We all joke about singing from the same hymn sheet or indeed even being in the same church.  But there’s a serious lesson here that some organisations have failed to learn to their cost.  And the key word here is ‘values’.

Humans are individuals with their own sets of values and beliefs. Businesses too, have organisational values and goals.  People join organisations because they like what they see.  They stay because their personal values match those of the organisation.   And they move on if they don’t.

Aligning these human and organisational values is the key to success in the modern business world where speed is vital and trust its key catalyst.

The simple truth is “me” becomes “we” and when an individual feels strongly that they are part of an organisation that affords them great benefit.  They become disempowered as individuals and much more empowered as a team. They feel stronger within and are therefore loathe to stand up for themselves against their peers.

We are taught in modern education to conform, to be right, to go with the majority. But right is often merely a matter of current opinion. Think back to when the world was flat, women could not vote, capital punishment was an acceptable result of serious criminality, tobacco was good for you, drink driving acceptable. All are now considered unacceptable behaviours within most modern Western societies.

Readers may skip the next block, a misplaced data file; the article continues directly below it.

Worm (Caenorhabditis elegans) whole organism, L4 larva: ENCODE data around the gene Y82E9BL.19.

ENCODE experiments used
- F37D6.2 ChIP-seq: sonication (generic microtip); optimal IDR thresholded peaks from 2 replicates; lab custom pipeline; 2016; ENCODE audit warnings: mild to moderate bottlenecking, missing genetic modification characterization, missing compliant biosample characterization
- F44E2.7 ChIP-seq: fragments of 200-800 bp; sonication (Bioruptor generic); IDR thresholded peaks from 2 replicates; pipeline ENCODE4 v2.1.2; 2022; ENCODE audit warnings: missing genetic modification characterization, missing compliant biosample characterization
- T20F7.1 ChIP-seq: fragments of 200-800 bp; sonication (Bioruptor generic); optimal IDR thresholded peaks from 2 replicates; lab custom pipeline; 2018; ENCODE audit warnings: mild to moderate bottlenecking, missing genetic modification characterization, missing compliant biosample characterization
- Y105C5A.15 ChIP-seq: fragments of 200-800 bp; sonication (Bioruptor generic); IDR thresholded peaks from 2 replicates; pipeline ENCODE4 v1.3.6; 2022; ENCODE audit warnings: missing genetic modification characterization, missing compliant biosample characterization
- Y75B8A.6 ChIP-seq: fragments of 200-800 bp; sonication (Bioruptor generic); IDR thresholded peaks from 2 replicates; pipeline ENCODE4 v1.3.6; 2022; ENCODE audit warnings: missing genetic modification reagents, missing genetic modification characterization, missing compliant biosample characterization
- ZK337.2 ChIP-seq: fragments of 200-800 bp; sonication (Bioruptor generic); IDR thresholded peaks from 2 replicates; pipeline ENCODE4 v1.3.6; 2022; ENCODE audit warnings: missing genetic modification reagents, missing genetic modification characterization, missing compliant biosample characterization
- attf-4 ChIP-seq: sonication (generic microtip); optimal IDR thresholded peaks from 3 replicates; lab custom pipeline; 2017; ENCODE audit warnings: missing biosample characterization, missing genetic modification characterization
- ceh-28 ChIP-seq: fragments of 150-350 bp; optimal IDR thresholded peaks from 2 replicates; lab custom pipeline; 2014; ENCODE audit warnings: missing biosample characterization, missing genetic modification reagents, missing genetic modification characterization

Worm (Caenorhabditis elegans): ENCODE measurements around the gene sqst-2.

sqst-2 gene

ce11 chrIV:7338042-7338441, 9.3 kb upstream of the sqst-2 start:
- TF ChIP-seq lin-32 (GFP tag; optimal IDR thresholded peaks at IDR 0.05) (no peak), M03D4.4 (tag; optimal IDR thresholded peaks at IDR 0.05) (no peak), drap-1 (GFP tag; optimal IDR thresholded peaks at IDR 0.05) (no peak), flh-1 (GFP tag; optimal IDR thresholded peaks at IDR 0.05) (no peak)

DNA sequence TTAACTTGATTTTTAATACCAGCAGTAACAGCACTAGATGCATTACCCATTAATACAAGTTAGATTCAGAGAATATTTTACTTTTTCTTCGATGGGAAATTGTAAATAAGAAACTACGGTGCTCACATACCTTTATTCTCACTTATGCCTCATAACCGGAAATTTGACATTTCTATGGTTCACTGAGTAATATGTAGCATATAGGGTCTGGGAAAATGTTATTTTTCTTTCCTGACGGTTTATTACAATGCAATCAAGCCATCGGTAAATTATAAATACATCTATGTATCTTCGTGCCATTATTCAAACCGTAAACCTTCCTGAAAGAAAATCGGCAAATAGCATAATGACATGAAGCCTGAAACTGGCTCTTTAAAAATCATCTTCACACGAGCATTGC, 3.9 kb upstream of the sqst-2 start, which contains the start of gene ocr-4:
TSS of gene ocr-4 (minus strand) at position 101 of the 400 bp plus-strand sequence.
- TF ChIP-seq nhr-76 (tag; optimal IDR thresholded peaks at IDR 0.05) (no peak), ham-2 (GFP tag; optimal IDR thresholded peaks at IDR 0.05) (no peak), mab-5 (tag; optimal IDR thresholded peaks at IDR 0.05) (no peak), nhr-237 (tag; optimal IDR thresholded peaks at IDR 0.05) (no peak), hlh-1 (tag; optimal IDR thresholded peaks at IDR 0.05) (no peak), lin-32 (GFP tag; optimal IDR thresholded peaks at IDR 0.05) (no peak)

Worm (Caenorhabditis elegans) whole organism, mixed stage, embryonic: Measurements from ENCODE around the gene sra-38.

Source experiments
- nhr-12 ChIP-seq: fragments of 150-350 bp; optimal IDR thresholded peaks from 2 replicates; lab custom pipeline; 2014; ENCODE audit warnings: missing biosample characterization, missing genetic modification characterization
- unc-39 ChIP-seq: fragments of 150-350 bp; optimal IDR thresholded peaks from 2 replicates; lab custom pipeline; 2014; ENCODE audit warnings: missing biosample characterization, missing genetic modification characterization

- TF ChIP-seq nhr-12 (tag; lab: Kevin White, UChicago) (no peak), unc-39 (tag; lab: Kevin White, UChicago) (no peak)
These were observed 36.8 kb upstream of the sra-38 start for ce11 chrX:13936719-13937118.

The images of a South African taxi driver being dragged behind a police vehicle for illegal parking and news of his subsequent death in custody has shocked the world. Here we see an appalling example of a state organisation with a poor organisational culture that has become unacceptable to most South Africans.

Last October saw the killing of 44 people at a Marikana mine, the deadliest police action since the end of apartheid. More recently the police officer responsible for the prosecution evidence against Oscar Pistorious was publicly removed from the case as a result of his own pending murder charges. The question is: what type of culture exists within the South African police force. Why do good individuals who join an organisation to uphold the law, then behave this way?

The answer comes from the top.  Poor leadership allows values to slip and behaviour changes in groups to shift. Good leadership upholds values and deals with unacceptable behaviour by stopping it in its tracks.

Visualize a fire-fighter rushing into a building, or a Royal Naval ship venturing into dangerous seas. These acts of extreme bravery are an agreed-upon condition of an individual’s employment at the time of their joining. These are the same acts of commitment as our valiant soldiers undertake in fighting and risking life and limb in foreign wars. They each serve with pride, commitment and passion; their agreed-upon commitment. The power of this commitment becomes a personal promise to do the very best job possible.  What these brave souls deserve are good leaders.

Napoleon once stated “There are no bad soldiers, only bad officers” and I believe he was absolutely right. Individual incidents and mistakes will always happen but when organisations go seriously wrong it’s because of the leadership culture that exists within the organisation.  Invariably when an organisation is in trouble, things are going wrong in several areas.  It’s rarely a one-off incident.

Sampson Hall say:  know and publish your organisational values and you will recruit individuals that match them.   it is then up to the leadership to ensure that the behaviour within the organisation matches those values, however complex and difficult that may be.

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